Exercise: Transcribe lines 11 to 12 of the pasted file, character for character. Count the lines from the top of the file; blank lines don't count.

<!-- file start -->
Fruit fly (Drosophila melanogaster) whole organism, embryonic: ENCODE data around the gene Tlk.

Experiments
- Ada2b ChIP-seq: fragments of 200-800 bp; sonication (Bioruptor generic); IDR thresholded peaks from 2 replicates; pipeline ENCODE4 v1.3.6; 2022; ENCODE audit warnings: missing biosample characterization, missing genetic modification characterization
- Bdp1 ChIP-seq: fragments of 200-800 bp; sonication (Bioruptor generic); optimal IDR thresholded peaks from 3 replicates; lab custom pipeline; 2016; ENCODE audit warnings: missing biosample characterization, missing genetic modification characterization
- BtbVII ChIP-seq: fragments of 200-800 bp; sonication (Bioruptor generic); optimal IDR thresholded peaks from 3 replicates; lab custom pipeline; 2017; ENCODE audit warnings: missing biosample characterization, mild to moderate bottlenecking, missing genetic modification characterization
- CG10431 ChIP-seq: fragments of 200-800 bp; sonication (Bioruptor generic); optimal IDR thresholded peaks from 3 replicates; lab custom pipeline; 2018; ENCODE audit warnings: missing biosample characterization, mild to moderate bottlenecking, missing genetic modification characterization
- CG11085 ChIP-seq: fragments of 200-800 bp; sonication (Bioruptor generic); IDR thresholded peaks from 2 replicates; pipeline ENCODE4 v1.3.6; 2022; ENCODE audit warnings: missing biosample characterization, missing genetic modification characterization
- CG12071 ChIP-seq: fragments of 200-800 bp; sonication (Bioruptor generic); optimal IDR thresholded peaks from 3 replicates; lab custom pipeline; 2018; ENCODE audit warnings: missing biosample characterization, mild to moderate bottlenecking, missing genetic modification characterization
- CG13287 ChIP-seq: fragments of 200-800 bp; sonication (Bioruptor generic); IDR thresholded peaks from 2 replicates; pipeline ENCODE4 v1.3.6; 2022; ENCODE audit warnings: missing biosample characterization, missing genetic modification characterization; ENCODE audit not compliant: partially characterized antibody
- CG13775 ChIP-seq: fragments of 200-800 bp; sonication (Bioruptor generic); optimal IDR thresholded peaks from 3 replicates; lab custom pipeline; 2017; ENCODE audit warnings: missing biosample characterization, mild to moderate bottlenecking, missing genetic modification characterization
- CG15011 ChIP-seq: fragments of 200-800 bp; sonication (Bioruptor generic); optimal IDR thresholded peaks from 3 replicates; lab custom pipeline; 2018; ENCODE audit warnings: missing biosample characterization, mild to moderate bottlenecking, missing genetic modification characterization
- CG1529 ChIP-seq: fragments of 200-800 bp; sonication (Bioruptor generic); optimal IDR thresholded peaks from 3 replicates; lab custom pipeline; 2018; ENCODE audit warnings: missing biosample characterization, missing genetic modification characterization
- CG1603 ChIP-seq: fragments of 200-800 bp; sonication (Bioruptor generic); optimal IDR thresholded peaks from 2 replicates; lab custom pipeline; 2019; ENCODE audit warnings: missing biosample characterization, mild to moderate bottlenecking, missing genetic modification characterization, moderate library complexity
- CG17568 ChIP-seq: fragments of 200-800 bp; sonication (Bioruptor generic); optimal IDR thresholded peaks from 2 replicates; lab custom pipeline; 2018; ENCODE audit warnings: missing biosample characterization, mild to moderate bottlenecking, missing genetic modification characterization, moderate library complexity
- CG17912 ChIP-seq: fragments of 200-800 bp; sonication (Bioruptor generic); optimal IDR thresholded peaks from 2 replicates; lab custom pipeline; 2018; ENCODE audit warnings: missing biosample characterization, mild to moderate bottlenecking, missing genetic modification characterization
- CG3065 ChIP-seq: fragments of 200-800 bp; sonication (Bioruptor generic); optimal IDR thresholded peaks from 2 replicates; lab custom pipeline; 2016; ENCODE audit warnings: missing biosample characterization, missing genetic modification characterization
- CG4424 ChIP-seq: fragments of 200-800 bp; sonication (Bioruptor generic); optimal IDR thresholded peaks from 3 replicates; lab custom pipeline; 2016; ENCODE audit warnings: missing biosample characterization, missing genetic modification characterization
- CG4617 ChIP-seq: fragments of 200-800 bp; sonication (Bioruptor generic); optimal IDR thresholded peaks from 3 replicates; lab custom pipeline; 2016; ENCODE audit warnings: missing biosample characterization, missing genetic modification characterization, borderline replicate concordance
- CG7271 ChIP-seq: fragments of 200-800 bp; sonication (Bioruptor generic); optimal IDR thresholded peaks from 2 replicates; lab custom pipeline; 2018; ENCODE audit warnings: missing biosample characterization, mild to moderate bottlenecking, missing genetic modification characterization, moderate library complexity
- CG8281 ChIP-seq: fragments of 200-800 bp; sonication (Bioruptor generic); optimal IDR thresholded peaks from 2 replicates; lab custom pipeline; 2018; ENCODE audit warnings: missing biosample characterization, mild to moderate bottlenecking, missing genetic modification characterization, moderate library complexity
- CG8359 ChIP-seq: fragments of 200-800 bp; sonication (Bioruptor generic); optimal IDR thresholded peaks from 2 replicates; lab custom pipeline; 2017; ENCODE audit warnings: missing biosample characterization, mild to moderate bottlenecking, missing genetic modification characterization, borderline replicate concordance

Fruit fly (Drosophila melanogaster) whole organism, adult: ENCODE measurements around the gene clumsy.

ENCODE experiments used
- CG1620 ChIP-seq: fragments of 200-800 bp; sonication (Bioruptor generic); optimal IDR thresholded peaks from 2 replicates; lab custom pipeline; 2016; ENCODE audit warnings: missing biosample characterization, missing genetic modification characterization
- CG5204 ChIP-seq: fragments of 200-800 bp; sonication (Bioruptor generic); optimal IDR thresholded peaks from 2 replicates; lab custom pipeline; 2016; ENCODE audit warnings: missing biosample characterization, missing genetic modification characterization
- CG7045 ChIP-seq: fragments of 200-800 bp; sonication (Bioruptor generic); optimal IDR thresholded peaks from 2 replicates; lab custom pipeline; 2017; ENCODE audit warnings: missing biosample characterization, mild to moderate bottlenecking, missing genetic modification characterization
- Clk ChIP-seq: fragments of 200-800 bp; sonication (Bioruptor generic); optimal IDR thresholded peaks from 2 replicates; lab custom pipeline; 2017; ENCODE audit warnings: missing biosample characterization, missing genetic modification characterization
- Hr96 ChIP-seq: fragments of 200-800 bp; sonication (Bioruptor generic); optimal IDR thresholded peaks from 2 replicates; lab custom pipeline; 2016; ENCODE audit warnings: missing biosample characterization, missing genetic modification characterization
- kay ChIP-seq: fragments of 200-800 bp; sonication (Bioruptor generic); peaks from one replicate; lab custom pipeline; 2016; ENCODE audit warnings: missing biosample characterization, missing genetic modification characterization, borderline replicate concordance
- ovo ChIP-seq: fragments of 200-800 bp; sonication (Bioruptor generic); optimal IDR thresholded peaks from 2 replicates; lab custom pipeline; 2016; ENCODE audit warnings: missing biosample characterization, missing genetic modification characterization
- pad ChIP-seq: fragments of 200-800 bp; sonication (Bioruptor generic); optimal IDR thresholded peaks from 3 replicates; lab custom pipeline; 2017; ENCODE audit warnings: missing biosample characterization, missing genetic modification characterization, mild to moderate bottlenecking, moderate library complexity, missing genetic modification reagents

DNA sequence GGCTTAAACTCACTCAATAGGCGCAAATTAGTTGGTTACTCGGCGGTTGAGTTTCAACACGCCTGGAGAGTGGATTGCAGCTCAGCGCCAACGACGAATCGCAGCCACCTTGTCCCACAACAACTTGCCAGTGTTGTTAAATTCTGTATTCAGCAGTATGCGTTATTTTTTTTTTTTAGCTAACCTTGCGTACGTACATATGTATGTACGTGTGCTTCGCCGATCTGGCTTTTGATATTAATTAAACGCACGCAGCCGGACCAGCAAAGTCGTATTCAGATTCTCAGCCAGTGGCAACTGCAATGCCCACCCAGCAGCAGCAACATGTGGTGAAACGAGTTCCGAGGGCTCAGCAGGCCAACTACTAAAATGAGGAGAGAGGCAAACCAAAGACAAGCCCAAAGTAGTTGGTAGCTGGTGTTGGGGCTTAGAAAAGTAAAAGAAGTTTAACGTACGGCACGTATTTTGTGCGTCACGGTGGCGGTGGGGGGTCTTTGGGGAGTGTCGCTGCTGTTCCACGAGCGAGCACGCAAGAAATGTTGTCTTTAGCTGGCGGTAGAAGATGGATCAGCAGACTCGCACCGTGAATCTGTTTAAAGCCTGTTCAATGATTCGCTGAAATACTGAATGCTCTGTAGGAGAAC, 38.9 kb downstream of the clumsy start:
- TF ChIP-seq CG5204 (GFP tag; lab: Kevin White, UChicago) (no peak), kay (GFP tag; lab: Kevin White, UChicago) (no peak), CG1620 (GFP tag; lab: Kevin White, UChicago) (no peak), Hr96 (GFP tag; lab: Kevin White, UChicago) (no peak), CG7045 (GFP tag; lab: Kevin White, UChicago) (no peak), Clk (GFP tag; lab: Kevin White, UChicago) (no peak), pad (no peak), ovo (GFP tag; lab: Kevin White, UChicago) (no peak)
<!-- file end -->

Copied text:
- CG15011 ChIP-seq: fragments of 200-800 bp; sonication (Bioruptor generic); optimal IDR thresholded peaks from 3 replicates; lab custom pipeline; 2018; ENCODE audit warnings: missing biosample characterization, mild to moderate bottlenecking, missing genetic modification characterization
- CG1529 ChIP-seq: fragments of 200-800 bp; sonication (Bioruptor generic); optimal IDR thresholded peaks from 3 replicates; lab custom pipeline; 2018; ENCODE audit warnings: missing biosample characterization, missing genetic modification characterization